The potential of activated clays in cement

Published 10 August 2021

One of the pathways to a more sustainable cement industry is the reduction of the clinker factor in cement. The use of thermally-activated clays not only reduces the clinker content but also lowers CO2 emissions as a result of dihydroxilation instead of dicarbonation and other energy savings. By Dr Carlos Aramburo, Carlos Aramburo Consultant, Colombia; Luiz Felipe de Pinho, Dynamis, Brazil; Dr Rafael Talero, SACACH SL, Spain, and M Pilar de la Torre, Carlos Aramburo Consultant, Spain.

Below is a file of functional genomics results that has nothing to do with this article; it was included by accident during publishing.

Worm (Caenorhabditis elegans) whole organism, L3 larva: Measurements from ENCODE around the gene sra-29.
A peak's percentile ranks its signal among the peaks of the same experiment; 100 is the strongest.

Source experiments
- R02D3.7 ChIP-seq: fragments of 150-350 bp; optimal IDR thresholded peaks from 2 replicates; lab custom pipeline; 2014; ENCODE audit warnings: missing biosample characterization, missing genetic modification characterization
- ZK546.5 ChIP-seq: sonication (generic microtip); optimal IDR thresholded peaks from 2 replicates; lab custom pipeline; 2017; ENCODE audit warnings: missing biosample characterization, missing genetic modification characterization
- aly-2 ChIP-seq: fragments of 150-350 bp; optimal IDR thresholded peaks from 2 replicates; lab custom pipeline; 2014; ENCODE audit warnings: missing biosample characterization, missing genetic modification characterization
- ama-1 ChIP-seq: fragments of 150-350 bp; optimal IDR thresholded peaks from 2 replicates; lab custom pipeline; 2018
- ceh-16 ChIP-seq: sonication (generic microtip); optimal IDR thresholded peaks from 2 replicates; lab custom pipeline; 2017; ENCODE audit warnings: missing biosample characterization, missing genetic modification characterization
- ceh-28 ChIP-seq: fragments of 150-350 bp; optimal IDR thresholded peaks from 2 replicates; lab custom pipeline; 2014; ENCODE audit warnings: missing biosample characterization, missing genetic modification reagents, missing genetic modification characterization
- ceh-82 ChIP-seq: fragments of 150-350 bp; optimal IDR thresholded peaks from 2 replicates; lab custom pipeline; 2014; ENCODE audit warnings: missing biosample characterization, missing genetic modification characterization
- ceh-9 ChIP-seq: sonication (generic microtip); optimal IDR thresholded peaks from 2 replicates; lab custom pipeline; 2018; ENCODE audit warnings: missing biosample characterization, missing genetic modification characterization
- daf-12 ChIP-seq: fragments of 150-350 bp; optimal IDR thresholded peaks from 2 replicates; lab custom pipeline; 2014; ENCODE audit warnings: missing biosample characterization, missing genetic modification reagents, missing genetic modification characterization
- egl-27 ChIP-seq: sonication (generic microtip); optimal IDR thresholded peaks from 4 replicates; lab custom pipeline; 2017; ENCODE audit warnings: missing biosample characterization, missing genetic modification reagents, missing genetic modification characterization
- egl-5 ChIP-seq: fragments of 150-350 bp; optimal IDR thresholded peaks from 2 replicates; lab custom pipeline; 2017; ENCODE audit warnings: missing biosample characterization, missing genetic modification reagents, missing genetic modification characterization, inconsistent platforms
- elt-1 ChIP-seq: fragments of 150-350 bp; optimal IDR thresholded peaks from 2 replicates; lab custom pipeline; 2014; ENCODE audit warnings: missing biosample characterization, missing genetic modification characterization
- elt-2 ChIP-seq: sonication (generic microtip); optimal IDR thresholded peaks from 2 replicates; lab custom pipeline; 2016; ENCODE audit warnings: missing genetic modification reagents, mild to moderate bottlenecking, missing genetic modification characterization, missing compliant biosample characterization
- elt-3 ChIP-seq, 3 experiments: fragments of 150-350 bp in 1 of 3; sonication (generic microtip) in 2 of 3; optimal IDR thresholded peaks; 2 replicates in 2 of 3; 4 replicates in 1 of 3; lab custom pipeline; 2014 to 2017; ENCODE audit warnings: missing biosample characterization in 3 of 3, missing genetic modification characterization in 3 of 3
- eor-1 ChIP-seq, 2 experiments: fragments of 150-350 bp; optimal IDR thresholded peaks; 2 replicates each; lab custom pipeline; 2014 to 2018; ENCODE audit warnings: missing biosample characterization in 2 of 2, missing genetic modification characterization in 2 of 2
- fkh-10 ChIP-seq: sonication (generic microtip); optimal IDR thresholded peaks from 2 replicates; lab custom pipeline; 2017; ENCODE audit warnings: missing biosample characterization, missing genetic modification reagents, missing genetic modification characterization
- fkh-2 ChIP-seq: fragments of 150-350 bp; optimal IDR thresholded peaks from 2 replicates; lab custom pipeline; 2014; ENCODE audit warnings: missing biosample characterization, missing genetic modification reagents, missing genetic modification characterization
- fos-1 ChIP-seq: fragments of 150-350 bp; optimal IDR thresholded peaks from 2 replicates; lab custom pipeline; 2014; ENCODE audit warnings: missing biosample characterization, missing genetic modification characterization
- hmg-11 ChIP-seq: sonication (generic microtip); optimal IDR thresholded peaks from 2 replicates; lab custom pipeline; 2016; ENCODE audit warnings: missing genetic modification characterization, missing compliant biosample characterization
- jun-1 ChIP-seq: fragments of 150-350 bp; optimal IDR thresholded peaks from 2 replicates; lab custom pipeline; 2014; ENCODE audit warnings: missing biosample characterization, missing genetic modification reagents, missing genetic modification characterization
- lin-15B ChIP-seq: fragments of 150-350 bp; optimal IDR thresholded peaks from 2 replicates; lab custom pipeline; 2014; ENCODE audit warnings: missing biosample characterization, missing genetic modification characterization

Figure 1: thermal behaviour of the most common clays and its consequences

for their resulting final pozzalanicity at each temperature

Currently, the cement industry is working on the search and use of new supplementary cementitious materials (SCMs) that allow a significant reduction in the clinker factor in cement. This has led to the use of thermally-activated clays for industrial-scale manufacturing because of the high pozzolanic reactivity and quality required. In addition, the cement producer can maintain control over production capacity and quality. New technology to produce activated clays represents an industrial development that will result in greater sustainability in the cement industry, not only due to the considerable reduction of CO2 emission levels to 70 per cent when compared to Portland clinker production, but also due to an important reduction in energy consumption.

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